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1 April 2010 Effects of Fire on Germination of Ericameria fasciculata (Asteraceae), a Rare Maritime Chaparral Shrub
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Abstract

Knowledge gaps regarding the greenhouse propagation of rare, fire-adapted plant species can impede community level conservation efforts that require fire and active revegetation as management tools. Ericameria fasciculata is a rare shrub endemic to the maritime chaparral community of the central California coast and a listed species of concern. Prescribed burning is actively used in maritime chaparral to maintain community composition and conserve several species of concern with known affinities for fire-related conditions. No study has investigated the seed viability and germination requirements for E. fasciculata. The goal of this study was to ascertain the (1) greenhouse propagation potential of E. fasciculata for planned restoration efforts and (2) to determine if fire-related conditions inhibit or promote E. fasciculata germination. Seed dissection and viability testing indicated that a large percentage of seed were empty or inviable. A greenhouse study examined the potential for fire-related germination cues from heating, light, and charate. Heating and charate had negative effects on seed germination. The combination of heating and charate treatments were particularly lethal. Exposure to light or the addition of GA3 had no influence on germination rates. Results suggest that seed germination of E. fasciculata is inhibited by fire and, therefore, this species is dependent on seedling establishment between fire events.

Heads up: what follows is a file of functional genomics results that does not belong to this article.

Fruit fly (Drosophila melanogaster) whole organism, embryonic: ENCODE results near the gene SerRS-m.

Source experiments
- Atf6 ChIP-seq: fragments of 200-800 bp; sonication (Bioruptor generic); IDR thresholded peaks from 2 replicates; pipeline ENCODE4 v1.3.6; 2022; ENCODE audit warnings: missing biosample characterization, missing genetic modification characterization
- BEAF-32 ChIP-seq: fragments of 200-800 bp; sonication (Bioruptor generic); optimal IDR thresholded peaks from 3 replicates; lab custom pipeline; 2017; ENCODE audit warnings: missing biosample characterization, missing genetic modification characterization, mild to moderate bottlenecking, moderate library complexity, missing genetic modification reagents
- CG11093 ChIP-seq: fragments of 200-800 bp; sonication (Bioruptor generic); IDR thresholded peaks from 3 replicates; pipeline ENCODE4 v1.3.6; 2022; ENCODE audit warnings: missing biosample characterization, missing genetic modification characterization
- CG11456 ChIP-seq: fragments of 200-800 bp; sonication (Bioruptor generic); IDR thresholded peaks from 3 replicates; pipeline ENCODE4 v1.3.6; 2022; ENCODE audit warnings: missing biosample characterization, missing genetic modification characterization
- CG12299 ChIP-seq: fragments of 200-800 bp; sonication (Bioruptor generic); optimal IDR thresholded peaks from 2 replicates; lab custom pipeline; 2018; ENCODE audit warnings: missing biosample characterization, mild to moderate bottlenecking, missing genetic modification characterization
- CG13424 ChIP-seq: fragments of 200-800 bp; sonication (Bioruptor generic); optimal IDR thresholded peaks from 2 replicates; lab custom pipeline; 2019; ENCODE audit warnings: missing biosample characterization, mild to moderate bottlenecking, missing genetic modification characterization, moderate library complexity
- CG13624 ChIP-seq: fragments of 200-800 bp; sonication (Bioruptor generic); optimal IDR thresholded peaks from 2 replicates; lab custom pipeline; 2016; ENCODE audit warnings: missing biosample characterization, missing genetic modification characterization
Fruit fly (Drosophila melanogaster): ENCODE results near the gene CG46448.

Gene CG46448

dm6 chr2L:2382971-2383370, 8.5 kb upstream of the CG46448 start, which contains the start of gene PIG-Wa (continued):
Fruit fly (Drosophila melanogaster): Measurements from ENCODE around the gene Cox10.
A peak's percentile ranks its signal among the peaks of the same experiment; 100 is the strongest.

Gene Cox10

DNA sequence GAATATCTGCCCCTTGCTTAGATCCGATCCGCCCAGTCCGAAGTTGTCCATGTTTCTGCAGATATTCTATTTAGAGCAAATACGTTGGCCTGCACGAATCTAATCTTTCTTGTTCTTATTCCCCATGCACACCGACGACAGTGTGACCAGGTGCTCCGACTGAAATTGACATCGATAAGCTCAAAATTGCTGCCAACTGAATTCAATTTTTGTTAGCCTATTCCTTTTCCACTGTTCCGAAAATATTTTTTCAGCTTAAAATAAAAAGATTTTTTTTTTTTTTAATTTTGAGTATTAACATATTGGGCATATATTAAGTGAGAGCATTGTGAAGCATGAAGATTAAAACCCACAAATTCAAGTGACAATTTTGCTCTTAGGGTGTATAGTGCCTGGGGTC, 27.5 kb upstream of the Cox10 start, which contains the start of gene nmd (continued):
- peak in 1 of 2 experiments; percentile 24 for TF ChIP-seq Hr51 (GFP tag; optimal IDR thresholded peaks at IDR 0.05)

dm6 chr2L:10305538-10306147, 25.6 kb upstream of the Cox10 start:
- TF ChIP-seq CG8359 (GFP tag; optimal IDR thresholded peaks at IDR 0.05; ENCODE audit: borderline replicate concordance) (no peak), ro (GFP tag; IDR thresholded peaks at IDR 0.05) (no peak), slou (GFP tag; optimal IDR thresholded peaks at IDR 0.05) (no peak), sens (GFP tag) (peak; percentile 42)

Jon R. Detka and Susan C. Lambrecht "Effects of Fire on Germination of Ericameria fasciculata (Asteraceae), a Rare Maritime Chaparral Shrub," Madroño 57(2), 77-84, (1 April 2010). https://doi.org/10.3120/0024-9637-57.2.77
Published: 1 April 2010
JOURNAL ARTICLE
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